Elder Robert C. Oaks, sustained April 1 to the Second Quorum of the Seventy, has spent his life appreciating freedom and the blessings of the Book of Mormon's land of promise.
A boy from Provo, Utah, who grew up to be a general in the United States Air Force, Elder Oaks knows the price and value of freedom.
"I have learned that freedom has a taste; it is a tangible reality," he said. "One of the great blessings of my 35 years in the Air Force was the opportunity to grow to truly love freedom."
His mother, Ann Bonnett Oaks, often read poems and stories that gave him a great appreciation for books and were the cornerstone of his respect for all people, regardless of their station in life. His father, Charles, taught him to work hard, and also took him fishing and hunting. A testimony came as part of his childhood learning.
"I can't ever remember not believing," he said. "I went to Primary and Sunday School and I can tell you what chair I was sitting in when I first heard the story about David and Goliath. I grew up in the total surrounding environment of the Mormon community, and the testimony emerged."
Elder Oaks praised his teachers, most of whom were members of the Church at the local elementary school and Brigham Young High School, where he lettered in four sports. "I had stimulating teachers who would not tolerate my normal childish misbehavior, nor would they ostracize me for it. Rather, they would correct me and send me on my educational way. I value that. I have maintained an excitement to learn all of my life."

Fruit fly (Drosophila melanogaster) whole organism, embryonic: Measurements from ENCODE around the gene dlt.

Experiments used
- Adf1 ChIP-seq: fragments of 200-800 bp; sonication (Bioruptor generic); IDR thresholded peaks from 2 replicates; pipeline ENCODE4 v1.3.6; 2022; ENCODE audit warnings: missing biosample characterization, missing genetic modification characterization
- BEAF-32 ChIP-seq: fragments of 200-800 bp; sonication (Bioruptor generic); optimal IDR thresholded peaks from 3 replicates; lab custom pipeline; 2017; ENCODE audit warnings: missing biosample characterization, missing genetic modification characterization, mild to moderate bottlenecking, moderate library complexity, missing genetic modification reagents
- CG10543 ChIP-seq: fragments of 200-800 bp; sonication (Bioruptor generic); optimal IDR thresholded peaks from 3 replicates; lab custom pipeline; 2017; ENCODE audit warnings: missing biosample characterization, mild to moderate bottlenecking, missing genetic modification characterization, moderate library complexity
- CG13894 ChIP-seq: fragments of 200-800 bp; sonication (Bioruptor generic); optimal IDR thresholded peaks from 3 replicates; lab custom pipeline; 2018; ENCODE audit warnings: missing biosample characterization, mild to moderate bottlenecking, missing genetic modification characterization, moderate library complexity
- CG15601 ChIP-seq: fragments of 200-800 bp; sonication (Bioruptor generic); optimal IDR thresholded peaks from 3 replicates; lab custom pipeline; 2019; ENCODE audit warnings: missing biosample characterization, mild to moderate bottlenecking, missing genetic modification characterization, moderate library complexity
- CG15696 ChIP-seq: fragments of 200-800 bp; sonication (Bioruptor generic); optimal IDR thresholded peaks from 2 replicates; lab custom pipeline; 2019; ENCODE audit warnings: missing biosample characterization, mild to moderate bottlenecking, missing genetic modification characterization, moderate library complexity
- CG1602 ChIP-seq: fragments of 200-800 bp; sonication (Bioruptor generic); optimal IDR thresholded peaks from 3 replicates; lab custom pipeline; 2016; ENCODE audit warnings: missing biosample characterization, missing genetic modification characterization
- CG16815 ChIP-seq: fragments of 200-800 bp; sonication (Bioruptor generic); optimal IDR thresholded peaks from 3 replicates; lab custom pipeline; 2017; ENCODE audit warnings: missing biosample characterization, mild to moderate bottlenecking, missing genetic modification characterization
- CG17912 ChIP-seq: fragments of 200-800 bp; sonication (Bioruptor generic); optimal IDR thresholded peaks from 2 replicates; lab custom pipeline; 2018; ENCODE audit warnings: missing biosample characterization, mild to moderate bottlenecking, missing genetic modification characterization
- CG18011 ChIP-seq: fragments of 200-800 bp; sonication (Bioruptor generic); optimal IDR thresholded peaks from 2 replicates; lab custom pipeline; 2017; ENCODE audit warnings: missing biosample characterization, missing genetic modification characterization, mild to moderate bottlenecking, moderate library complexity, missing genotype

He once had aspirations to be an attorney, and even to go into politics, but chose instead to attend the Air Force Academy where he could play football and become a pilot.
He and his wife, Gloria, met in Church as youngsters. She first noticed him when he gave a two-and-a-half minute talk in Sunday School, and they became friends. Robert and Gloria started dating in high school and were married in the Salt Lake Temple after his graduation from the Air Force Academy on June 10, 1959.
Callings and responsibilities in the Air Force often came together for the young officer. In Nevada, he was called to the bishopric of a newly formed ward, and designated as squadron operations officer almost the same week.
"All weekend we, the bishopric, were interviewing people for staffing in the ward, and all week I was re-organizing the functions of the squadron. I found the Church model [of interviewing] extremely useful."
During his military career, the family moved 26 times. "We lived in Japan, Germany and Italy, and in all corners of America, from Rhode Island and Florida to Nevada and Idaho, and a lot of places in between," he said.
Once, while waiting for assignment after he had become a brigadier general, the family stayed at his parents' home in Provo. Finally, a telephone call informed him that he had been assigned to Germany. "I went in to tell the kids. All six of them were sitting around a table these were high school and grade school children who would have to leave their schools."